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Ber. Welcome, Horatio; welcome, good Mar

cellus. Hor. What,“ has this thing appear'd again to

night?
· Ber. I have seen nothing.

Mar. Horatio says, 'tis but our fantasy;
And will not let belief take hold of him,
Touching this dreaded fight, twice seen of us :
Therefore I have entreated him along,
With us to watch the minutes of this night;
That, if again this apparition come,
He may approve our eyes, and speak to it.

HOR. Tush! tush! 'twill not appear.
Ber.

Sit down awhile;
And let us once again affail your ears,
That are so fortified against our story,

6 Hor. What, &c.] Thus the quarto, 1604. Steevens. These words are in the folio given to Marcellus. MALONE.

the minutes of this night;} This seems to have been an expression common in Shakspeare's time. I find it in one of Ford's plays, The Fancies chaste and noble, Act V:

“ I promise ere the minutes of the night." Steevens. 8 approve our eyes,] Add a new testimony to that of our eyes. JOHNSON. So, in King Lear:

" this approves her letter,

" That she would soon be here."
See Vol. XII. p. 413, n. 7. Steevens.

He may approve our eyes,] He may make good the testimony of our eyes; be assured by his own experience of the truth of that which we have related, in consequence of having been eye-witnesses to it. To approve in Shakspeare's age, signified to make good, or establish, and is so defined in Cawdrey's Alphabetical Table of bard English words, 8vo, 1604. So, in King Lear:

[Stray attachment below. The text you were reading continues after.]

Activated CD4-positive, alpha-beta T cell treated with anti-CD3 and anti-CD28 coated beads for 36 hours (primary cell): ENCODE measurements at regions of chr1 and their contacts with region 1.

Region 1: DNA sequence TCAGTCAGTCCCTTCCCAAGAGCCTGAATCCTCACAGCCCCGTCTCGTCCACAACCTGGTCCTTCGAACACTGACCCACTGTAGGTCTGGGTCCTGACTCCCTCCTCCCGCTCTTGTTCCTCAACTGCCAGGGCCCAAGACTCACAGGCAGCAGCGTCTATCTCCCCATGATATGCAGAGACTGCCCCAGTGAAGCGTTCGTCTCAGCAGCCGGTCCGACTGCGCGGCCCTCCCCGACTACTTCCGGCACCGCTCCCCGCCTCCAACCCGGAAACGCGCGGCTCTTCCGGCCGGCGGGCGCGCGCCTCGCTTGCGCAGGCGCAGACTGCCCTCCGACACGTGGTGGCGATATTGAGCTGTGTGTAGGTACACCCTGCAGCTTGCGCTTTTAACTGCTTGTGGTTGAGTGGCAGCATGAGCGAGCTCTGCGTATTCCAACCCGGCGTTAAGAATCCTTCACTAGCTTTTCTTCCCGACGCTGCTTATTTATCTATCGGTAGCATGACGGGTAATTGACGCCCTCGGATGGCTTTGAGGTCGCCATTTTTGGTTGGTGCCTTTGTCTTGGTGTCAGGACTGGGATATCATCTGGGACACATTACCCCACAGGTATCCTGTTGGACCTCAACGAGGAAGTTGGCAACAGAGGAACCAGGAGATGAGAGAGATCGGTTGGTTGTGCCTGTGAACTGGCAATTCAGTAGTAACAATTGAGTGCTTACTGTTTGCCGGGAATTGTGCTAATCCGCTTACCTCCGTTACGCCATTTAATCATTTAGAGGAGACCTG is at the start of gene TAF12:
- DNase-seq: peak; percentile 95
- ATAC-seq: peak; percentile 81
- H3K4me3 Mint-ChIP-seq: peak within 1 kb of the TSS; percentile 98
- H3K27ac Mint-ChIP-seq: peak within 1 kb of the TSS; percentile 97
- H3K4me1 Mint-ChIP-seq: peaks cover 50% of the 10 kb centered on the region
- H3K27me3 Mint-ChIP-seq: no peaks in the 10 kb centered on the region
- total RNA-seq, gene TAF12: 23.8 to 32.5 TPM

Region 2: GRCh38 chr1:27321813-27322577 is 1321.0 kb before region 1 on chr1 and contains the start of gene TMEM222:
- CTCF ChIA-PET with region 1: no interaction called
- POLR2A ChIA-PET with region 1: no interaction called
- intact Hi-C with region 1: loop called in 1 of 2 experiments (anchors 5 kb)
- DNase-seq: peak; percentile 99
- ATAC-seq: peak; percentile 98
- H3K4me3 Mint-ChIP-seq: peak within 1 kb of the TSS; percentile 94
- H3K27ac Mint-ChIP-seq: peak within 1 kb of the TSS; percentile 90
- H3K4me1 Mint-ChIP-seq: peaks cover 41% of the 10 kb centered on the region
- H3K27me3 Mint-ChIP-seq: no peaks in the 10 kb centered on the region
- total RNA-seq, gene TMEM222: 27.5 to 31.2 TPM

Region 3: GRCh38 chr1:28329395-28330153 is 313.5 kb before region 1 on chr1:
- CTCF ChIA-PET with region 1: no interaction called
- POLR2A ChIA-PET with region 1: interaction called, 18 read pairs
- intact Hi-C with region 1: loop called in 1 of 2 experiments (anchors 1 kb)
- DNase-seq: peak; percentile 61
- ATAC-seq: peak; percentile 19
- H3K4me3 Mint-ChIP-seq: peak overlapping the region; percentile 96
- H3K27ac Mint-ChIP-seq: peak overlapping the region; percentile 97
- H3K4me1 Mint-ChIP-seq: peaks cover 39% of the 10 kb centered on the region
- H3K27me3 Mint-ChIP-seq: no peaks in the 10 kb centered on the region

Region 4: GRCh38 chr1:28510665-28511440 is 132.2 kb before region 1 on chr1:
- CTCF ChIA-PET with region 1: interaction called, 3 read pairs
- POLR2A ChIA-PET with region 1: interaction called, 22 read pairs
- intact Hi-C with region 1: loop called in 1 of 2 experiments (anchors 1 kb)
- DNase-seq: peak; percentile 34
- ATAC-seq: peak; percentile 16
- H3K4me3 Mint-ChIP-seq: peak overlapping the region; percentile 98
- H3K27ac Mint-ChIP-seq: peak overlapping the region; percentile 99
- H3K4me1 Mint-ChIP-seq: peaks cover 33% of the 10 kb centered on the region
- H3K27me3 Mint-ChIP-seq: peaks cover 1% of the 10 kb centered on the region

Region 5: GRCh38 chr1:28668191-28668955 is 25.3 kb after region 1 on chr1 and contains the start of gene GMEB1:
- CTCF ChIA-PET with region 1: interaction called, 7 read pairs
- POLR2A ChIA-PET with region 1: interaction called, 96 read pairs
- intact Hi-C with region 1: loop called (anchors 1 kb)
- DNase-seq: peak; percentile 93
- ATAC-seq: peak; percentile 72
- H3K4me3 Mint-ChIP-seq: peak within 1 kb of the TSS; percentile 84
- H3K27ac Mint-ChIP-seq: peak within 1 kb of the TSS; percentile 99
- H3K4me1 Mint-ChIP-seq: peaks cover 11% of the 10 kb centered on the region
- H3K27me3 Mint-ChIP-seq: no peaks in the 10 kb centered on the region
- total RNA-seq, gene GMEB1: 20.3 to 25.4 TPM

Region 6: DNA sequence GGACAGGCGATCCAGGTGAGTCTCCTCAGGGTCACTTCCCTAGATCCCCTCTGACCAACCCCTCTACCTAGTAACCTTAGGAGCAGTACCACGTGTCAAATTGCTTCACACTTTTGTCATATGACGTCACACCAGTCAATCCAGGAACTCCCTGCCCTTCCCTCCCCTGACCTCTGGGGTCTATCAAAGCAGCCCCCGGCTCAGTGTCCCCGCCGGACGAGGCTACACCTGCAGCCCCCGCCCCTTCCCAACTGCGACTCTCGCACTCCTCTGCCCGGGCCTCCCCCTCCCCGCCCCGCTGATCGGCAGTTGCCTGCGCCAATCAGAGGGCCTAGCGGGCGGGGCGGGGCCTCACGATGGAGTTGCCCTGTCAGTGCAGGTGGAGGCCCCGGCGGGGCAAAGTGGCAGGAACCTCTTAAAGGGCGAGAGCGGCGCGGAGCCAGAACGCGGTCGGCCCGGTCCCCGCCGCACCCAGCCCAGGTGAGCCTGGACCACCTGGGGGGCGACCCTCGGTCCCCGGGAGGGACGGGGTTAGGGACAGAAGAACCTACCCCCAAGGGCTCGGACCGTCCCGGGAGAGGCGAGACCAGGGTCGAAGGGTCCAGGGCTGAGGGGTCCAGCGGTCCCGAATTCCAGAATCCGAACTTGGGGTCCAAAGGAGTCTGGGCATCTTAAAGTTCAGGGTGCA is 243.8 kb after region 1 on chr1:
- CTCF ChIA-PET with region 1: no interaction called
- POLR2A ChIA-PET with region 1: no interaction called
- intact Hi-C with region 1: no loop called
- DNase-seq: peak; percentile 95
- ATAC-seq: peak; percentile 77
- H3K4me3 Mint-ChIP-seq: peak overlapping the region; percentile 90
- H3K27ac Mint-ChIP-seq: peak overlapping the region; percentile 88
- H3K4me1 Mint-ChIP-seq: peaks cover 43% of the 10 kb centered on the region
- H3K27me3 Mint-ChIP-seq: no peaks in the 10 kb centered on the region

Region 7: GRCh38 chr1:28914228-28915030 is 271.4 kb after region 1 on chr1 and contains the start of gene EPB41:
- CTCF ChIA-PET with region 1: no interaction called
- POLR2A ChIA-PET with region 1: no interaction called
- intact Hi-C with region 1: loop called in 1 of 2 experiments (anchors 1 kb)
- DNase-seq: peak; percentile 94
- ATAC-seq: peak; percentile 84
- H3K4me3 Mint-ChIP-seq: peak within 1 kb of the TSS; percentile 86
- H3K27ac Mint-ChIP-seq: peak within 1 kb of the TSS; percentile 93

« Good king, that must approve the common faw!
“ Thou out of heaven's benediction com'ft
“ To the warm sun." MALONE.

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What we two nights have seen.'
Hor.

Well, sit we down, And let us hear Bernardo speak of this.

Ber. Last night of all, When yon fame star, that's westward from the

pole, Had made his course to illume that part of heaven Where now it burns, Marcellus, and myself, The bell then beating one,Mar. Peace, break thee off; look, where it

comes again!

Enter Ghost.

Ber. In the same figure, like the king that's

dead. MAR. Thou art a scholar, speak to it, Horatio.' Ber. Looks it not like the king? mark it, Ho

ratio. Hor. Most like:—it harrows me with fear, and

wonder.

9 What we two nights have seen.] This line is by Sir T. Hanmes given to Marcellus, but without necessity. JOHNSON.

* Thou art a scholar, Speak to it, Horatio.] It has always been a vulgar notion that spirits and supernatural beings can only be spoken to with propriety or effect by persons of learning. Thus, Toby in The Night-walker, by Beaumont and Fletcher, says:

-It grows ftill longer,
“ 'Tis steeple-high now; and it fails away, nurse.

Let's call the butler up, for he speaks Latin,

56 And that will daunt the devil." In like manner the honeft butler in Mr. Addison's Drummer, recommends the steward to speak Latin to the ghost in that play.

Reed. }

it harrows me &c. To harrow is to conquer, to subdue. BER.

Ber. It would be spoke to.
MAR.

Speak to it, Horatio. Hor. What art thou, that usurp'st this time of

night, Together with that fair and warlike form In which the majesty of buried Denmark Did sometimes march? by heaven I charge thee,

speak. . MAR. It is offended.

See! it stalks away. Hor. Stay; speak; speak I charge thee, speak.

[Exit Ghost. MAR. 'Tis gone, and will not answer. Ber. How now, Horatio ? you tremble, and look

pale : Is not this something more than fantasy? What think you of it?

Hor. Before my God, I might not this believe,
Without the sensible and true avouch
Of mine own eyes.
MAR.

Is it not like the king?
Hor. As thou art to thyself:
Such was the very armour he had on,
When he the ambitious Norway combated ;
So frown'd he once, when, in an angry parle,“

The word is of Saxon origin. So, in the old bl. 1. romance of Syr Eglamoure of Artoys:

“ He sworę by him that harowed hell.” Milton has adopted this phrase in his Comus : *Amaz'd I stood,'harrow'd with grief and fear!